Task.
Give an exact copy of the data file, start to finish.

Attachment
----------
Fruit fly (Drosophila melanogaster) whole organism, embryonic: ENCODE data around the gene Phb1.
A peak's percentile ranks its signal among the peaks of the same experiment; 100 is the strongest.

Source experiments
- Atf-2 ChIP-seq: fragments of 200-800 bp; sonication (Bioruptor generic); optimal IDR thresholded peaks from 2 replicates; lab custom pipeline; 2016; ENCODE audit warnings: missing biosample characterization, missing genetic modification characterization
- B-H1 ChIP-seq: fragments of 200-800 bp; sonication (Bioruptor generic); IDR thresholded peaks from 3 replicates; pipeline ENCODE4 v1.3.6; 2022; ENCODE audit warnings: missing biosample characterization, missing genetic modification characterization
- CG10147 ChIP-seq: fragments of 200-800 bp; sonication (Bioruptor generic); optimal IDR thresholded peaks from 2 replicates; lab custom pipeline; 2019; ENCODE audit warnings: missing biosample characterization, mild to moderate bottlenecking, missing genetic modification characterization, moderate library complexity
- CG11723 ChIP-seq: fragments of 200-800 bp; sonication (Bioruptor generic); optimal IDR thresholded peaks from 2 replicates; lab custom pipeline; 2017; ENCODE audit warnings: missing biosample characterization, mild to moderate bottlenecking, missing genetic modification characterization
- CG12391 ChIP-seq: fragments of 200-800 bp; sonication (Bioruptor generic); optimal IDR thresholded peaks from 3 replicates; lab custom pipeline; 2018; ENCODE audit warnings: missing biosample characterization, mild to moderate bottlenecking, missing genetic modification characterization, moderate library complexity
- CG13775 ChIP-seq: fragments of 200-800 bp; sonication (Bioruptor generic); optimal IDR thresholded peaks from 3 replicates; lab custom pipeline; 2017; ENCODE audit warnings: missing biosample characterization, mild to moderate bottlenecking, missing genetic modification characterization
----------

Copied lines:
Fruit fly (Drosophila melanogaster) whole organism, embryonic: ENCODE data around the gene Phb1.
A peak's percentile ranks its signal among the peaks of the same experiment; 100 is the strongest.

Source experiments
- Atf-2 ChIP-seq: fragments of 200-800 bp; sonication (Bioruptor generic); optimal IDR thresholded peaks from 2 replicates; lab custom pipeline; 2016; ENCODE audit warnings: missing biosample characterization, missing genetic modification characterization
- B-H1 ChIP-seq: fragments of 200-800 bp; sonication (Bioruptor generic); IDR thresholded peaks from 3 replicates; pipeline ENCODE4 v1.3.6; 2022; ENCODE audit warnings: missing biosample characterization, missing genetic modification characterization
- CG10147 ChIP-seq: fragments of 200-800 bp; sonication (Bioruptor generic); optimal IDR thresholded peaks from 2 replicates; lab custom pipeline; 2019; ENCODE audit warnings: missing biosample characterization, mild to moderate bottlenecking, missing genetic modification characterization, moderate library complexity
- CG11723 ChIP-seq: fragments of 200-800 bp; sonication (Bioruptor generic); optimal IDR thresholded peaks from 2 replicates; lab custom pipeline; 2017; ENCODE audit warnings: missing biosample characterization, mild to moderate bottlenecking, missing genetic modification characterization
- CG12391 ChIP-seq: fragments of 200-800 bp; sonication (Bioruptor generic); optimal IDR thresholded peaks from 3 replicates; lab custom pipeline; 2018; ENCODE audit warnings: missing biosample characterization, mild to moderate bottlenecking, missing genetic modification characterization, moderate library complexity
- CG13775 ChIP-seq: fragments of 200-800 bp; sonication (Bioruptor generic); optimal IDR thresholded peaks from 3 replicates; lab custom pipeline; 2017; ENCODE audit warnings: missing biosample characterization, mild to moderate bottlenecking, missing genetic modification characterization